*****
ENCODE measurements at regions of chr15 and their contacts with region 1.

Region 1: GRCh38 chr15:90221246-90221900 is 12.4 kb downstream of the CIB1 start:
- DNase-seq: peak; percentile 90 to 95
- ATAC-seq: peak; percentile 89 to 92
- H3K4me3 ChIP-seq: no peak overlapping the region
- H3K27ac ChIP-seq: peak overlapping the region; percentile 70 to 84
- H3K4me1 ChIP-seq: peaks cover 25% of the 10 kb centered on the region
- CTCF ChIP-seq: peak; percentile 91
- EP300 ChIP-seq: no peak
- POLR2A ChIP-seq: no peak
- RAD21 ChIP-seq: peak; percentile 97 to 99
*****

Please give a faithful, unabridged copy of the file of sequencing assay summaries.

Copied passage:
ENCODE measurements at regions of chr15 and their contacts with region 1.

Region 1: GRCh38 chr15:90221246-90221900 is 12.4 kb downstream of the CIB1 start:
- DNase-seq: peak; percentile 90 to 95
- ATAC-seq: peak; percentile 89 to 92
- H3K4me3 ChIP-seq: no peak overlapping the region
- H3K27ac ChIP-seq: peak overlapping the region; percentile 70 to 84
- H3K4me1 ChIP-seq: peaks cover 25% of the 10 kb centered on the region
- CTCF ChIP-seq: peak; percentile 91
- EP300 ChIP-seq: no peak
- POLR2A ChIP-seq: no peak
- RAD21 ChIP-seq: peak; percentile 97 to 99